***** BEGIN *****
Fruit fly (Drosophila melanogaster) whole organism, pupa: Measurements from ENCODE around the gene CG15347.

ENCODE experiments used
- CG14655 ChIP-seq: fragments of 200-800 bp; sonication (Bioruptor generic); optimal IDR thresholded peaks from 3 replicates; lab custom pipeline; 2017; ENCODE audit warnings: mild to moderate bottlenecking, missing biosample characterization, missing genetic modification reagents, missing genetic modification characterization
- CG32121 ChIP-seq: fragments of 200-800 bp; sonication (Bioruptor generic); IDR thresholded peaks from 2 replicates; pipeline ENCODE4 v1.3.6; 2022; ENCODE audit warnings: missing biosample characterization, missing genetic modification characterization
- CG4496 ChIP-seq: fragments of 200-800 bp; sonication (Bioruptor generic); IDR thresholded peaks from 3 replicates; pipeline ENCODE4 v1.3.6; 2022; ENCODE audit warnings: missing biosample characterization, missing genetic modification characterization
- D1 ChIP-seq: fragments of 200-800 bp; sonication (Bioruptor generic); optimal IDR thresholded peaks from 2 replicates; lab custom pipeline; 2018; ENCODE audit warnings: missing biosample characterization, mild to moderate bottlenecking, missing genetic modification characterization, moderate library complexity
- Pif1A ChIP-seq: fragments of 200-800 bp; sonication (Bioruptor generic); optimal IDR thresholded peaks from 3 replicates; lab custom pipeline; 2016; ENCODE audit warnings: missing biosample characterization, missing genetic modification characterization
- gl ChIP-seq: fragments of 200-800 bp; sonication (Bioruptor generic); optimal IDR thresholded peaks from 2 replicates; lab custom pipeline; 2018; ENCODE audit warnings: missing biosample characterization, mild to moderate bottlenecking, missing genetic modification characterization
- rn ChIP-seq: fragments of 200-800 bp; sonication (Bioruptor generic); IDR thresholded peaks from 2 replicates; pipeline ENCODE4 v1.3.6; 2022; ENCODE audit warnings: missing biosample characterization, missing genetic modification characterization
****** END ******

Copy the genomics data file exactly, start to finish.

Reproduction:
Fruit fly (Drosophila melanogaster) whole organism, pupa: Measurements from ENCODE around the gene CG15347.

ENCODE experiments used
- CG14655 ChIP-seq: fragments of 200-800 bp; sonication (Bioruptor generic); optimal IDR thresholded peaks from 3 replicates; lab custom pipeline; 2017; ENCODE audit warnings: mild to moderate bottlenecking, missing biosample characterization, missing genetic modification reagents, missing genetic modification characterization
- CG32121 ChIP-seq: fragments of 200-800 bp; sonication (Bioruptor generic); IDR thresholded peaks from 2 replicates; pipeline ENCODE4 v1.3.6; 2022; ENCODE audit warnings: missing biosample characterization, missing genetic modification characterization
- CG4496 ChIP-seq: fragments of 200-800 bp; sonication (Bioruptor generic); IDR thresholded peaks from 3 replicates; pipeline ENCODE4 v1.3.6; 2022; ENCODE audit warnings: missing biosample characterization, missing genetic modification characterization
- D1 ChIP-seq: fragments of 200-800 bp; sonication (Bioruptor generic); optimal IDR thresholded peaks from 2 replicates; lab custom pipeline; 2018; ENCODE audit warnings: missing biosample characterization, mild to moderate bottlenecking, missing genetic modification characterization, moderate library complexity
- Pif1A ChIP-seq: fragments of 200-800 bp; sonication (Bioruptor generic); optimal IDR thresholded peaks from 3 replicates; lab custom pipeline; 2016; ENCODE audit warnings: missing biosample characterization, missing genetic modification characterization
- gl ChIP-seq: fragments of 200-800 bp; sonication (Bioruptor generic); optimal IDR thresholded peaks from 2 replicates; lab custom pipeline; 2018; ENCODE audit warnings: missing biosample characterization, mild to moderate bottlenecking, missing genetic modification characterization
- rn ChIP-seq: fragments of 200-800 bp; sonication (Bioruptor generic); IDR thresholded peaks from 2 replicates; pipeline ENCODE4 v1.3.6; 2022; ENCODE audit warnings: missing biosample characterization, missing genetic modification characterization